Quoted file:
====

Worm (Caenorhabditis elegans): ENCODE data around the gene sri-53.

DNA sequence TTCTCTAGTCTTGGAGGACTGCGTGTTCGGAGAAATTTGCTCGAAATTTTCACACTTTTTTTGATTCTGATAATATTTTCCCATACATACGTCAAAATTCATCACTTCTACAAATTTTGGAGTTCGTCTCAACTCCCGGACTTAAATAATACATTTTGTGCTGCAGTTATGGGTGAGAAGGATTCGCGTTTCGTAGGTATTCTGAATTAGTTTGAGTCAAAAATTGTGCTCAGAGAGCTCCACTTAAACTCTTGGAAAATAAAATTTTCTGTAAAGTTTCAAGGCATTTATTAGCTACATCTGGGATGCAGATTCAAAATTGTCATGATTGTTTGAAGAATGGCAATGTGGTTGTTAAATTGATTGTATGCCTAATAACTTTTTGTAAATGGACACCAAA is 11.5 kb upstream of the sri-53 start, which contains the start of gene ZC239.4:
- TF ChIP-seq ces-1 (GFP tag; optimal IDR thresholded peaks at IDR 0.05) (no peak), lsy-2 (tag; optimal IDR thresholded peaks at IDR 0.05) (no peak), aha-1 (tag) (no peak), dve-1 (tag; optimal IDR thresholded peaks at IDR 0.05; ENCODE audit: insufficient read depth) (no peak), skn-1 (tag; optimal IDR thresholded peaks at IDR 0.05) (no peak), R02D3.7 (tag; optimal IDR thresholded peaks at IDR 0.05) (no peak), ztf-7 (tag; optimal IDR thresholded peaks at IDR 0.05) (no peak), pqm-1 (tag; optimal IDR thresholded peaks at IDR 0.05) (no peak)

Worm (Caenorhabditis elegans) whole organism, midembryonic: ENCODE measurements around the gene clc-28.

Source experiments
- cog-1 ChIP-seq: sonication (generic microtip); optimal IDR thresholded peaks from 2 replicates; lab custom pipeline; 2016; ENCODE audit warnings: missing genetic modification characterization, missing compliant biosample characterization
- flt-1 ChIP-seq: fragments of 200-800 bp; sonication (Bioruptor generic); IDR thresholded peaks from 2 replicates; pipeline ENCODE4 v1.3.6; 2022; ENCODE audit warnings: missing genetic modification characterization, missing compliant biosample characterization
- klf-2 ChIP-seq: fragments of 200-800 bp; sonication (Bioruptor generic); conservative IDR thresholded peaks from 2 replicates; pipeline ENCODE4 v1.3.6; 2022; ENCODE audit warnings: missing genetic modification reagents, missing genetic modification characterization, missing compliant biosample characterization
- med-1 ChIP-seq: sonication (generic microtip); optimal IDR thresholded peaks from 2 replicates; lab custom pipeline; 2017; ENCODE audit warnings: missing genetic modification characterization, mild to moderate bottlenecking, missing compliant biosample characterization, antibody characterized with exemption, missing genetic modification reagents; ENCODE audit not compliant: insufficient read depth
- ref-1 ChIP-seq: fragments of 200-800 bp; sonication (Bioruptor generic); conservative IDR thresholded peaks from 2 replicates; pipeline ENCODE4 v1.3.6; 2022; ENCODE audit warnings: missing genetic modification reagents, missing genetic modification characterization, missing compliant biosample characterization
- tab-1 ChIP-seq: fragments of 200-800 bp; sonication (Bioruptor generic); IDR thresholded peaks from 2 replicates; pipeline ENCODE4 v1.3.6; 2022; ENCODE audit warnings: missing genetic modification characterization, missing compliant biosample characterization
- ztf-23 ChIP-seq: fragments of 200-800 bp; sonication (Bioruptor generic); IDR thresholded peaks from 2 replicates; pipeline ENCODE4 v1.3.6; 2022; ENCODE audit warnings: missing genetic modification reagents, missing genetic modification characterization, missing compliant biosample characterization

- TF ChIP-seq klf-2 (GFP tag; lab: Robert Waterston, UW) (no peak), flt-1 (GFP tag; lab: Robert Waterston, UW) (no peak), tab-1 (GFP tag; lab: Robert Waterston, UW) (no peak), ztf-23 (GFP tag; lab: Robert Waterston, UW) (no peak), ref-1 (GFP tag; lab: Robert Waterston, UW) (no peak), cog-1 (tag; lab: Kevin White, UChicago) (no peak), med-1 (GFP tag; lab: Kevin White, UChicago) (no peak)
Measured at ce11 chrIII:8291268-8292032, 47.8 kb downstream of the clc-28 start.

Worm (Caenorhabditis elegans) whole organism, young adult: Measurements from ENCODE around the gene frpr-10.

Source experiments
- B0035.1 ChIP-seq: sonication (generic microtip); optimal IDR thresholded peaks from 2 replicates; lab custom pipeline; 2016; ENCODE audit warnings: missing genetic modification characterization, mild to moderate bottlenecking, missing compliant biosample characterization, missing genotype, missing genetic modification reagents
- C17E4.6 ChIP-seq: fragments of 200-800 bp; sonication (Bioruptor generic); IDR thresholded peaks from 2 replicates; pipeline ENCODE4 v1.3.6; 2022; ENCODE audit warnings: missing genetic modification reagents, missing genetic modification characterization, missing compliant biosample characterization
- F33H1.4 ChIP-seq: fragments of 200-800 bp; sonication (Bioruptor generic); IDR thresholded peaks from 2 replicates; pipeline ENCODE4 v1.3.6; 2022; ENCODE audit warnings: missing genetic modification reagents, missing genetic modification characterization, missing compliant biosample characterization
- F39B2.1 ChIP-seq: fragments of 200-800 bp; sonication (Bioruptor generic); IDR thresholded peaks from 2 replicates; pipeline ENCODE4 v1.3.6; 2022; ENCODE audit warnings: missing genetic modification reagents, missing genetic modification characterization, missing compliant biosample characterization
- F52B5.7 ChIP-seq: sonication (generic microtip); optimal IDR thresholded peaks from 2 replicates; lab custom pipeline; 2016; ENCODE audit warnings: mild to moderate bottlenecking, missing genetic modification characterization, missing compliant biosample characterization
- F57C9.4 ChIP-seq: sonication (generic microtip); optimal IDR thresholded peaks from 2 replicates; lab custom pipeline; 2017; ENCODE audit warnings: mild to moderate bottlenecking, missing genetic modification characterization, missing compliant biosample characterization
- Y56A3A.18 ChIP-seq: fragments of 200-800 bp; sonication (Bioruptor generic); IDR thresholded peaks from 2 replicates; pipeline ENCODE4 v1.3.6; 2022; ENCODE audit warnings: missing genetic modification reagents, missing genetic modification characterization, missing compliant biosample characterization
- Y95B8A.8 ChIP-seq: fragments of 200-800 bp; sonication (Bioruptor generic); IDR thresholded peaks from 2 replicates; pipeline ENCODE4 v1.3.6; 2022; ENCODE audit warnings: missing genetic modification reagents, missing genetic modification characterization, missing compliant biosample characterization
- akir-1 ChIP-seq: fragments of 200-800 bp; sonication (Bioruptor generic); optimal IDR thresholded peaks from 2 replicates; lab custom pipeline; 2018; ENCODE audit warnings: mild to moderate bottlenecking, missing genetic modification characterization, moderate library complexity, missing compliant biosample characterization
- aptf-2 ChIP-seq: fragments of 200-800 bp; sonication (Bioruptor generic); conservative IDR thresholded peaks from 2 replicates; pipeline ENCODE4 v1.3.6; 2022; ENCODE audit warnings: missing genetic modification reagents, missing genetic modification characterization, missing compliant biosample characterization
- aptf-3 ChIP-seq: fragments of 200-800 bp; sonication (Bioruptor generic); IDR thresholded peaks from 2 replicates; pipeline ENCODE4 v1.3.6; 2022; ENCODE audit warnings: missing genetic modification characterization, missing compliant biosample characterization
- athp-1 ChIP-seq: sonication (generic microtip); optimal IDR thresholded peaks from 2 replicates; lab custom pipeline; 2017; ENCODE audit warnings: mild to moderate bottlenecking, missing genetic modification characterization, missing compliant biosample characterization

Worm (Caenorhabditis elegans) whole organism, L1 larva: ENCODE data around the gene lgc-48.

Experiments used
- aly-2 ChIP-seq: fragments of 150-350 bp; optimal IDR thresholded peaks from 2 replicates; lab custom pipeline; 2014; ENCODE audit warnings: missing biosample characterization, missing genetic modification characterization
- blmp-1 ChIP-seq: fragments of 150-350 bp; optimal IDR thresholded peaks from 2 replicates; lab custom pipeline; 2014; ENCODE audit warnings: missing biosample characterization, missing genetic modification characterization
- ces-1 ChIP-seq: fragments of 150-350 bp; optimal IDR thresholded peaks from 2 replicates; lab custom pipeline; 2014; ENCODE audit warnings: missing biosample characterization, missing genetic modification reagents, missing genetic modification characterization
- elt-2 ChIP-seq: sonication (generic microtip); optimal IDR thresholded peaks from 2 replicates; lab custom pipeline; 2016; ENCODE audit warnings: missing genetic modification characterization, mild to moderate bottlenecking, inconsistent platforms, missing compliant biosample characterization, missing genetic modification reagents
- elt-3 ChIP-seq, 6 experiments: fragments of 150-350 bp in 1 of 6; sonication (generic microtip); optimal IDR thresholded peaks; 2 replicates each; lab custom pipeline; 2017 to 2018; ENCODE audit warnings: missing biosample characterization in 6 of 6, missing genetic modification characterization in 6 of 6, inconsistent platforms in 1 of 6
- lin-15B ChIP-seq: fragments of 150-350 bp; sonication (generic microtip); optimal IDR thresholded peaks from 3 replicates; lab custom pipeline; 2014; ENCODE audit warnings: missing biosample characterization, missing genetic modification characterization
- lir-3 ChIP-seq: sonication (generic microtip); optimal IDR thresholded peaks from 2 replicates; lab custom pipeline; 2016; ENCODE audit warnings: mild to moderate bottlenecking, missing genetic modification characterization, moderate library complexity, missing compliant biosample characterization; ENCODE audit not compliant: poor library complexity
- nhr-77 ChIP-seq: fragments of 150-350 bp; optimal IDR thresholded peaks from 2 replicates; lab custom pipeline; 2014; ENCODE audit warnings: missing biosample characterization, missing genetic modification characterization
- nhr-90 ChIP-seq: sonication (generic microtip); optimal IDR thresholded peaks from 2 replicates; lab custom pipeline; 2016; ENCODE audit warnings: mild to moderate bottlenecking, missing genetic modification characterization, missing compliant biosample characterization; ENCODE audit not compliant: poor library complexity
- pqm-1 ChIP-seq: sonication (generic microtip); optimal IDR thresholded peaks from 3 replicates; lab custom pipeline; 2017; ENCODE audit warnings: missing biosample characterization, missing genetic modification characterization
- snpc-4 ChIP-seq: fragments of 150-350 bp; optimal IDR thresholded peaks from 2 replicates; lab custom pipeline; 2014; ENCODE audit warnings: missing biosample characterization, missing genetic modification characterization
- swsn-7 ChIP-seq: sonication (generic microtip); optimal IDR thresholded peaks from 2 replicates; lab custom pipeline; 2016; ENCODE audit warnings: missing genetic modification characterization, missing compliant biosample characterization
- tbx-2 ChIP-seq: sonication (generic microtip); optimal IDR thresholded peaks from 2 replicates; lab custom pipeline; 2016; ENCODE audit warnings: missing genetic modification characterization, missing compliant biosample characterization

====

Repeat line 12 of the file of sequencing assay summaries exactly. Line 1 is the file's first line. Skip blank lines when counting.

- ztf-23 ChIP-seq: fragments of 200-800 bp; sonication (Bioruptor generic); IDR thresholded peaks from 2 replicates; pipeline ENCODE4 v1.3.6; 2022; ENCODE audit warnings: missing genetic modification reagents, missing genetic modification characterization, missing compliant biosample characterization